Hotel Lambert wobec wizyty cara Mikołaja I w Londynie w 1844 r.
The Attitude of Hotel Lambert Toward the Visit of the Tsar Nicholas I in London in 1844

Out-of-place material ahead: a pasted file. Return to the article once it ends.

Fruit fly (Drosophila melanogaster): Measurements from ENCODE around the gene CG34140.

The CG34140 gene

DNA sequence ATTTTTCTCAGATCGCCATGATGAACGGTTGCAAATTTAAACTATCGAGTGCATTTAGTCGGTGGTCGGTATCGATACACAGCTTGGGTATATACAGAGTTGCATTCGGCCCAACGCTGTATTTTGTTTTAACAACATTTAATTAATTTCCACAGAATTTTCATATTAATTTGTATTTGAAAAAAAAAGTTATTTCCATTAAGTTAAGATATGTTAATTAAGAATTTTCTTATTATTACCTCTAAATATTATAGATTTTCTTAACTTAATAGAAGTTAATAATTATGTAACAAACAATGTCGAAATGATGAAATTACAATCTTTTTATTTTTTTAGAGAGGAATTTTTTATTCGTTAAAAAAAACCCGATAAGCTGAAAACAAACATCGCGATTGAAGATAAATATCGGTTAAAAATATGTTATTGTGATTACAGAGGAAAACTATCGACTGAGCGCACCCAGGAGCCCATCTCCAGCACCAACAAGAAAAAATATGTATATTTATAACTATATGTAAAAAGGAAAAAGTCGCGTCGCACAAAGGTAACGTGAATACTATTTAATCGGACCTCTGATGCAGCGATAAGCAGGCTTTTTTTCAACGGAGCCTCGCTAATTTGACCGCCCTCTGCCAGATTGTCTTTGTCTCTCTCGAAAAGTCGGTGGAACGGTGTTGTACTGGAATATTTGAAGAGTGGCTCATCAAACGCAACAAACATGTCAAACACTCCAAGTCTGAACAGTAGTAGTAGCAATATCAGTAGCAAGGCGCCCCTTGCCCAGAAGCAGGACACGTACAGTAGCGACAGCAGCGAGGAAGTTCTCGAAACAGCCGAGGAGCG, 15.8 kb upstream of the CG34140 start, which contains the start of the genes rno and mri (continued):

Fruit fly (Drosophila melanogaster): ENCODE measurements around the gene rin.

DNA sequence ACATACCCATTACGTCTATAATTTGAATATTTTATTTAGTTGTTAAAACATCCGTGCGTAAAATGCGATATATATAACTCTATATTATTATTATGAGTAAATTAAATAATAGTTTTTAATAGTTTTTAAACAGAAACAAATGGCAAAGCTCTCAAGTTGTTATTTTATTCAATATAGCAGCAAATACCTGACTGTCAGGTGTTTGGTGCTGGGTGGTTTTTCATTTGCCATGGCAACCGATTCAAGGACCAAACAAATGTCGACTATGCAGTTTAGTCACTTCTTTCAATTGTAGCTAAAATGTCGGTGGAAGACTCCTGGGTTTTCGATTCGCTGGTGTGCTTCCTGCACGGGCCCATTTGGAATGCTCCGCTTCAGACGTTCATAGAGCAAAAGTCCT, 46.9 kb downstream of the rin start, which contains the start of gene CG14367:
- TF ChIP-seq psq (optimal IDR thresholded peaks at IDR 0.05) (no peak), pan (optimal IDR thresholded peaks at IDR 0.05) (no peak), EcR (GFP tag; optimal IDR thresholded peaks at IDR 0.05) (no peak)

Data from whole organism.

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The visit of the tsar Nicholas I in London in 1844 was paid by the Russian monarch to reach two aims. First - to maintain the good relations between Great Britain and Russia which had existed since an agreement related to the Turco-Egyptian crisis in 1840 and to show to other European states that it still works. Second - to suggest the possibility of the partition of the Ottoman Empire and to investigate the readiness of the British government to advance such a policy. Of course the presence of the tsar in Great Britain gave an unique opportunity to the Polish emigrants in England and British society as well to manifest their feelings towards Nicholas I. The members of the Literary Association of the Friends of Poland in London and especially lord Dudley Coutts Stuart - the president of that Association and several ladies form British aristocracy - mainly the wives of the Whigs who were at that time in opposition towards governing Tory’s cabinet of Sir Robert Peel - organised the charitable ball for the Polish refugees just in the days of the tsar’s visit. All the Polish political parties in exile got united to proclaim a common manifest against the tsar. Lord Stuart and other Polish collaborators of the prince Adam Jerzy Czartoryski - the head of the monarcho-liberal camp of the Polish emigration (called Hotel Lambert) had tried to obtain from the Poles in London the promise of security for the tsar during his visit in Great Britain, but they failed. At first, Nicholas I met with a warm reception in British press, but soon it appeared that the British society was ready to manifest its cool feelings towards him. The public meeting against the tsar organised by the Chartists in High Holbom on Jun 6lh assembled several thousands people. During the Ascot-Races (horse-races) attended by the tsar he met the hostile cries of the crowd just the same as in the opera and in the streets of London. In a few days it was clear that his visit not only missed its political aims but failed on the field of propaganda as well. There is no doubt that Polish emigrants contributed to that second result of the visit.
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